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  • About
  • The Global ETD Search service is a free service for researchers to find electronic theses and dissertations. This service is provided by the Networked Digital Library of Theses and Dissertations.
    Our metadata is collected from universities around the world. If you manage a university/consortium/country archive and want to be added, details can be found on the NDLTD website.

Autonomous inter-task transfer in reinforcement learning domains

Taylor, Matthew Edmund 07 September 2012 (has links)
Reinforcement learning (RL) methods have become popular in recent years because of their ability to solve complex tasks with minimal feedback. While these methods have had experimental successes and have been shown to exhibit some desirable properties in theory, the basic learning algorithms have often been found slow in practice. Therefore, much of the current RL research focuses on speeding up learning by taking advantage of domain knowledge, or by better utilizing agents’ experience. The ambitious goal of transfer learning, when applied to RL tasks, is to accelerate learning on some target task after training on a different, but related, source task. This dissertation demonstrates that transfer learning methods can successfully improve learning in RL tasks via experience from previously learned tasks. Transfer learning can increase RL’s applicability to difficult tasks by allowing agents to generalize their experience across learning problems. This dissertation presents inter-task mappings, the first transfer mechanism in this area to successfully enable transfer between tasks with different state variables and actions. Inter-task mappings have subsequently been used by a number of transfer researchers. A set of six transfer learning algorithms are then introduced. While these transfer methods differ in terms of what base RL algorithms they are compatible with, what type of knowledge they transfer, and what their strengths are, all utilize the same inter-task mapping mechanism. These transfer methods can all successfully use mappings constructed by a human from domain knowledge, but there may be situations in which domain knowledge is unavailable, or insufficient, to describe how two given tasks are related. We therefore also study how inter-task mappings can be learned autonomously by leveraging existing machine learning algorithms. Our methods use classification and regression techniques to successfully discover similarities between data gathered in pairs of tasks, culminating in what is currently one of the most robust mapping-learning algorithms for RL transfer. Combining transfer methods with these similarity-learning algorithms allows us to empirically demonstrate the plausibility of autonomous transfer. We fully implement these methods in four domains (each with different salient characteristics), show that transfer can significantly improve an agent’s ability to learn in each domain, and explore the limits of transfer’s applicability. / text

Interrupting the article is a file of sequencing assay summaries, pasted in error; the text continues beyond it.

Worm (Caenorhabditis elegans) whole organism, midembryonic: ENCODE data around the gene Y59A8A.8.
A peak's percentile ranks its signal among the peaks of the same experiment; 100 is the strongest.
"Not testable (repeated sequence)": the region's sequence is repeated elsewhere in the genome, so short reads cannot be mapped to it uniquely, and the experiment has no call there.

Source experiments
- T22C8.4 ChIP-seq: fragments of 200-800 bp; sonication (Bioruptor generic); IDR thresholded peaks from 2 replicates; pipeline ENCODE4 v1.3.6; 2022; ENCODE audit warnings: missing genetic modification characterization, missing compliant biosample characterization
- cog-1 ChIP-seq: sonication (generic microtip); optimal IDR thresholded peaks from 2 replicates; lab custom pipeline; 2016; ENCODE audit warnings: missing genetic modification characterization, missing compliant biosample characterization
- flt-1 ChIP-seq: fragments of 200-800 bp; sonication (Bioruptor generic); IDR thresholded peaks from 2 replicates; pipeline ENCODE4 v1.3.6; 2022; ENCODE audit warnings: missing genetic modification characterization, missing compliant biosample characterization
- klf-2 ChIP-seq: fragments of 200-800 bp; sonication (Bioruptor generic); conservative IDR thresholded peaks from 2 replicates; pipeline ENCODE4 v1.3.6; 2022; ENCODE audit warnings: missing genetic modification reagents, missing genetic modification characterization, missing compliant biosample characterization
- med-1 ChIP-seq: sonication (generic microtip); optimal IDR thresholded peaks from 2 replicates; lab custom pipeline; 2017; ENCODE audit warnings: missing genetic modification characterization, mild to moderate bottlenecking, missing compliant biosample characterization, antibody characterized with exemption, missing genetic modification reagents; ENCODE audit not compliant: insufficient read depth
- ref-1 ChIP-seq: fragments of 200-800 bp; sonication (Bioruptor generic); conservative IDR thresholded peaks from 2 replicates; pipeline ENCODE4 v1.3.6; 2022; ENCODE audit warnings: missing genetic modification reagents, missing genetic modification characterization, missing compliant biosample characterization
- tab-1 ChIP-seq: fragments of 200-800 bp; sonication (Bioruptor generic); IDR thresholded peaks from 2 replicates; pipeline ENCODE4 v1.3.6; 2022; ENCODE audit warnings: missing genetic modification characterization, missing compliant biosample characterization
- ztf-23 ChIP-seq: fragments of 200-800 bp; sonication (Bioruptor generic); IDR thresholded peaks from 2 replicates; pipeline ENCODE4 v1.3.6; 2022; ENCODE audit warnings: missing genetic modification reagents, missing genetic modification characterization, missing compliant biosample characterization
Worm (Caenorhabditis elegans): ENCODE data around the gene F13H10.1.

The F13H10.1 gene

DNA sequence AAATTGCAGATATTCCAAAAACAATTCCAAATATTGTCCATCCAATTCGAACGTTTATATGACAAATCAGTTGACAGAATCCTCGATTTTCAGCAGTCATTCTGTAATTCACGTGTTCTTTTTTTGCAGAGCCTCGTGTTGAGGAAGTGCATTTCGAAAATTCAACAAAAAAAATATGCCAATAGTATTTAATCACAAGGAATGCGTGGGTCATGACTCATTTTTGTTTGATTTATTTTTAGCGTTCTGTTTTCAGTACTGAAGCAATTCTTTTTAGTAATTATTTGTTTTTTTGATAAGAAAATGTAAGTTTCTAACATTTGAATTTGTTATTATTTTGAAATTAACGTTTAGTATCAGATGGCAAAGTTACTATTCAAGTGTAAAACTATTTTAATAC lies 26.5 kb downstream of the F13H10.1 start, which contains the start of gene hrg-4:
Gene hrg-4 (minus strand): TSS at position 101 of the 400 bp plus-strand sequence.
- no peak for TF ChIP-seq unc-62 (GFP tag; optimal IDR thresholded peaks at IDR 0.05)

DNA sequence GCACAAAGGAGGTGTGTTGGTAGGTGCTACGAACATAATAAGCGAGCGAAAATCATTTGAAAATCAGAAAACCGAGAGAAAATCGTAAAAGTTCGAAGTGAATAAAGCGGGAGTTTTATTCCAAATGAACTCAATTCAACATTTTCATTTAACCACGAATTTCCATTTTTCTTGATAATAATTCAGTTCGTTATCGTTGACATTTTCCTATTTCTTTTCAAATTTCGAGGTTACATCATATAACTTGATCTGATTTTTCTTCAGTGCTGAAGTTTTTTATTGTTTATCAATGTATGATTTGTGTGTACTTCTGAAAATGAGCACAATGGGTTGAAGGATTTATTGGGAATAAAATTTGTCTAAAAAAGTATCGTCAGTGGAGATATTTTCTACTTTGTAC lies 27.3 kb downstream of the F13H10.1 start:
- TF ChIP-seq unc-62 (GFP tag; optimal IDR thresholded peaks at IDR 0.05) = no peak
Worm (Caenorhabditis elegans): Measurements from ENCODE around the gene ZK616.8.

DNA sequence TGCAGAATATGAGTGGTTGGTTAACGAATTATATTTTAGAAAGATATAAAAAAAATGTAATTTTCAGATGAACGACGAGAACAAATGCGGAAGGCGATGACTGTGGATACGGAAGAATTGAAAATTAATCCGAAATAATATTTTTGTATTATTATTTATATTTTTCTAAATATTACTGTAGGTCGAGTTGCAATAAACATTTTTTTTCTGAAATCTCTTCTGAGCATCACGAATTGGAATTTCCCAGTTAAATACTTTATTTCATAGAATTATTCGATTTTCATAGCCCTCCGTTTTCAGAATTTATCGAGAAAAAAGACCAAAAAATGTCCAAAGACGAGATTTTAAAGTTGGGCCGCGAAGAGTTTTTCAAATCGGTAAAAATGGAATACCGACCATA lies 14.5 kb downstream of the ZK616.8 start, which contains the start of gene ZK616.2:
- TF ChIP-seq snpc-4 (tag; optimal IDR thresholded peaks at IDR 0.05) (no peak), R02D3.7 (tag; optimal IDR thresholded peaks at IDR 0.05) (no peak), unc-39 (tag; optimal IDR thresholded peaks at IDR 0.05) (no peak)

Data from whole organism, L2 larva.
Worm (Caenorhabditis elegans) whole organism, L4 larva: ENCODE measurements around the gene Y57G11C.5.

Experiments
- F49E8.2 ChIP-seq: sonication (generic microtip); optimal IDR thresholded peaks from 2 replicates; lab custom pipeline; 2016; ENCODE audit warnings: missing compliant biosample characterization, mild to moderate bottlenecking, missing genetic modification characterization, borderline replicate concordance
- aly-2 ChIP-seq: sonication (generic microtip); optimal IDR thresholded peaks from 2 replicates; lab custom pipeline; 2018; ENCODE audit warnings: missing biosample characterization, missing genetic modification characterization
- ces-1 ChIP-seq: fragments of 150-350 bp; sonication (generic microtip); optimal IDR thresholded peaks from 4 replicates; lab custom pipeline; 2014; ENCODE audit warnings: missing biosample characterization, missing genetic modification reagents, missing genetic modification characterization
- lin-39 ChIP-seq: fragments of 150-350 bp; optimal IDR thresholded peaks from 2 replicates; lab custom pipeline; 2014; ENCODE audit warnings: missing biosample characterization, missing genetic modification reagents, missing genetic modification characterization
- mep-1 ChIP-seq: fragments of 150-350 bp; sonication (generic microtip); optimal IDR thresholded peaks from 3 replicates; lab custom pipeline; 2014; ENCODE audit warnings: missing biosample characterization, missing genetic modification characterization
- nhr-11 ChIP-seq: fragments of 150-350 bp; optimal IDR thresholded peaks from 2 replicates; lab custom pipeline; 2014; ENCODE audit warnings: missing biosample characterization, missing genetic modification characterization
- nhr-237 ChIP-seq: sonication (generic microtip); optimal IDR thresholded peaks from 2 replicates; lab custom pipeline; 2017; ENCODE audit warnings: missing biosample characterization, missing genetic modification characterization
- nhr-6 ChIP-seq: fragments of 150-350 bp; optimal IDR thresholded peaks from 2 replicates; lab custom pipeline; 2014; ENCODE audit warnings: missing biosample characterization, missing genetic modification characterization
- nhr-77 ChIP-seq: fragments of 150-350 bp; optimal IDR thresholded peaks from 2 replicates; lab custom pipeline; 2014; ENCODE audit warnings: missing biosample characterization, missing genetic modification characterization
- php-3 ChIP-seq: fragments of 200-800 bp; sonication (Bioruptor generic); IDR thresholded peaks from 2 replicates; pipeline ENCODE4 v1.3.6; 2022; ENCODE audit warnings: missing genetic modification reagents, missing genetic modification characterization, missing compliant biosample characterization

Model-based approximation methods for reinforcement learning /

Wang, Xin. January 1900 (has links)
Thesis (Ph. D.)--Oregon State University, 2007. / Printout. Includes bibliographical references (leaves 187-198). Also available on the World Wide Web.

Autonomous inter-task transfer in reinforcement learning domains

Taylor, Matthew Edmund. January 1900 (has links)
Thesis (Ph. D.)--University of Texas at Austin, 2008. / Vita. Includes bibliographical references.

Learning MDP action models via discrete mixture trees /

Wynkoop, Michael S. January 1900 (has links)
Thesis (M.S.)--Oregon State University, 2009. / Printout. Includes bibliographical references (leaves 43-44). Also available on the World Wide Web.

Discovering hierarchy in reinforcement learning /

Hengst, Bernhard. January 2003 (has links)
Thesis (Ph. D.)--University of New South Wales, 2003. / Also available online.

Reinforcement learning with parameterized actions

Masson, Warwick Anthony January 2016 (has links)